Without going into details, disqualification under any written law is a matter that you will have a problem in enforcing. If you say you have been disqualified under any written law, what is the procedure for that disqualification? Who is the authority to determine and enforce that disqualification? Many of those provisions provided in Clause 9 of the Bill by the Senate are untenable and ultimately un-enforceable.
Moving to the proposals by our Committee in their attempt to clean up and sieve those provisions, I have issues with the provision of “any other written law”. Speaking as an attorney of no mean repute, any time you make reference to any written law, you broaden the basis for decision-making to an extent that enforceability becomes an issue. You are actually wading into an arena where you could even infringe on constitutional entitlements of the persons against whom you would seek to enforce this provision. On the question of whether the Committee can bring amendments to clean up this Bill before we enact it, it is not about whether or not. They must clean up this Bill before we pass it. I have previously said in this House that we are Hammurabi the Law Giver. We can make, unmake and remake any law at any time and in any way. This Committee has no option but to go back, whether this afternoon or tomorrow morning, clean up this Bill and bring it so that we can enact it tomorrow afternoon. They should bring us a Bill that is clean, constitutional, enforceable, justiciable, one that meets all the tenets of constitutional expectations, can be easily enforced in a court of law and meets requirements for administrative justice. I submit.
I now give this opportunity to Hon. Tong’i.
Thank you, Hon. Temporary Deputy Speaker for giving me this opportunity. The Mediated Version of the Forest Conservation and Management Bill is good because it addresses most of our concerns. I have issues with provisions to Clause 9(3A) (a) and (b). When you are jailed, the whole idea is to make you a better person and ensure you can fit back into the society so that you can contribute to the well-being of humanity. But the provisions negate the whole idea of rehabilitating people.
Hon. Tong’i, please talk about something else because that has already been cited.
Hon. Temporary Deputy Speaker, clause 9 (3A)(b) enhances the perception that politics is dirty. What do we mean when we say that anybody who is a member of a political party should not be appointed to that body? Are we saying that people in politics are criminals and cannot make good leaders? This provision is not good for this country. We should amend it so that everybody who is qualified for the job gets an opportunity so that we do not criminalise people. When you talk about violating the law, what happens to people who have been convicted of traffic offences? Provisions to Clause 9(3A)(b) and (c) are unrealistic and we can only get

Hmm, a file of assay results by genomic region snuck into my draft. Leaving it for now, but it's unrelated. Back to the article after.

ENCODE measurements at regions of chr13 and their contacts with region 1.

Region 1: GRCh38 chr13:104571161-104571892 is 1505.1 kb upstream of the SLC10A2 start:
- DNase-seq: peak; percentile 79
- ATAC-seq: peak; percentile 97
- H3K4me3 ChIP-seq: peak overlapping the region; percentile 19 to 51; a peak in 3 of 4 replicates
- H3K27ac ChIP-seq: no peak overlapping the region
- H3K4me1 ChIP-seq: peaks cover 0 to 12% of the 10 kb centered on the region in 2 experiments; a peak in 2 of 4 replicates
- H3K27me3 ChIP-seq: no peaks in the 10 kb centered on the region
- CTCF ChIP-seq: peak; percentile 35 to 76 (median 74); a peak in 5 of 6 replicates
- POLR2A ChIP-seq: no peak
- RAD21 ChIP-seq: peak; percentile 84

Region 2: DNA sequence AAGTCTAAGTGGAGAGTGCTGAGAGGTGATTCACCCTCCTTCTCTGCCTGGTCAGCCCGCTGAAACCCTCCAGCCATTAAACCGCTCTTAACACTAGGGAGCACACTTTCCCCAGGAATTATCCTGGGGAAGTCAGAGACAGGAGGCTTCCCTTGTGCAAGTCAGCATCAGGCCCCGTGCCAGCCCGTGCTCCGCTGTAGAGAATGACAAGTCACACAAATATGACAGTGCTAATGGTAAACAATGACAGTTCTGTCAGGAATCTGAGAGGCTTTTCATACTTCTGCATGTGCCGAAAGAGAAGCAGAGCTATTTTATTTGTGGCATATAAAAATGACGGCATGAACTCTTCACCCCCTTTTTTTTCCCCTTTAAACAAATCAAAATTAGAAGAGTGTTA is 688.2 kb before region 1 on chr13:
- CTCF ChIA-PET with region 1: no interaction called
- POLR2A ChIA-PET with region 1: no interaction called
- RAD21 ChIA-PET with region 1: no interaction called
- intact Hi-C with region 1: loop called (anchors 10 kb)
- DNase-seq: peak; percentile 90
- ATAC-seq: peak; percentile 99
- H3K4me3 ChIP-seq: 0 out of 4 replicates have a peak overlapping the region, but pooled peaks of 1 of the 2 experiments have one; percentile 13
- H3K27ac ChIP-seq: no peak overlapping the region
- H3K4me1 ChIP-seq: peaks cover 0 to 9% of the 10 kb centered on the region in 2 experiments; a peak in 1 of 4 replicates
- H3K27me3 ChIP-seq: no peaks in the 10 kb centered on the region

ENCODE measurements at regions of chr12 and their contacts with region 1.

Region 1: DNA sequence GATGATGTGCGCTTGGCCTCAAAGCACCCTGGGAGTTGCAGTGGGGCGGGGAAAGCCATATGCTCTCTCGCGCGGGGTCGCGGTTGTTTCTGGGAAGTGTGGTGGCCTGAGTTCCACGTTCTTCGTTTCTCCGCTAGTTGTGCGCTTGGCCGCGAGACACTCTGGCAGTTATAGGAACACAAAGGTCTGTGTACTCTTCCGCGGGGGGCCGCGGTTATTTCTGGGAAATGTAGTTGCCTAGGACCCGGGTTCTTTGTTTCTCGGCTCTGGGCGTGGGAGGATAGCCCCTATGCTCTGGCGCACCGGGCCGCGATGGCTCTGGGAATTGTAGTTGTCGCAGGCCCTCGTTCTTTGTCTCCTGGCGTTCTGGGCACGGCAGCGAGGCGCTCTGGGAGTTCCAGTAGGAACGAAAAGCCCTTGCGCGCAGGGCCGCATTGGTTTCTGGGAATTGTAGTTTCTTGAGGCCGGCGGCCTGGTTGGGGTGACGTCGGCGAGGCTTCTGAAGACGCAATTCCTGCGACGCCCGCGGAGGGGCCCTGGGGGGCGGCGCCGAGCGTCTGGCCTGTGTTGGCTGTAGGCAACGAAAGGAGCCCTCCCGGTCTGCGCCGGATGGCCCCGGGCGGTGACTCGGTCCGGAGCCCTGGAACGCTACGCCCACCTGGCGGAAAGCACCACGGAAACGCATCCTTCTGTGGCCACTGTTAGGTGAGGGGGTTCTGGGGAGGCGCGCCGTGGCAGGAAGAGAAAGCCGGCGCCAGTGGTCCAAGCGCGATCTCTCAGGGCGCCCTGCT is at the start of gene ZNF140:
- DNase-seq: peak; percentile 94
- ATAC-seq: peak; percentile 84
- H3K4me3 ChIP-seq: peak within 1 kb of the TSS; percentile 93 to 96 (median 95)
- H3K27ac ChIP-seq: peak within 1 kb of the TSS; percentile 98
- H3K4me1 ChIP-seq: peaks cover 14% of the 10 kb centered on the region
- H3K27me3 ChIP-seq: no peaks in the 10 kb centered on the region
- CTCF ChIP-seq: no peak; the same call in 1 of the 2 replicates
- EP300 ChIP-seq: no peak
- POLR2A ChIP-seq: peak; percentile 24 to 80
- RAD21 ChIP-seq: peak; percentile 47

angels to perform those duties because they will disqualify almost everybody. I have tremendous respect for Hon. (Dr.) Ottichilo and his team. I think he is one of the best brains in this country and Africa, but he got it all wrong on this. We should amend it so that we can have a Bill that is all inclusive and accommodates all Kenyans; those who have been convicted and have reformed, and those who have not been convicted. Enhancing the idea that politics is dirty discourages good people from getting into it. We will keep whining on why we have bad politicians if we do not do something about it. We should make politics attractive so that we can get people who are qualified, honest and have integrity. I am a church elder and I am in politics. I do not think laws are meant for criminals. I support the Mediated Version of the Forest Conservation and Management Bill, but with few amendments. It will go a long way in serving the country better.
On a point of order, Hon. Temporary Deputy Speaker.
Hon. Irea, what is your point of order?
Hon. Temporary Deputy Speaker, with your guidance, I would like to point out that, as I was walking here today, I saw very excited pupils visiting to observe our proceedings. I want to request that we should go digital so that they can appear in our screens.
You are now exciting them.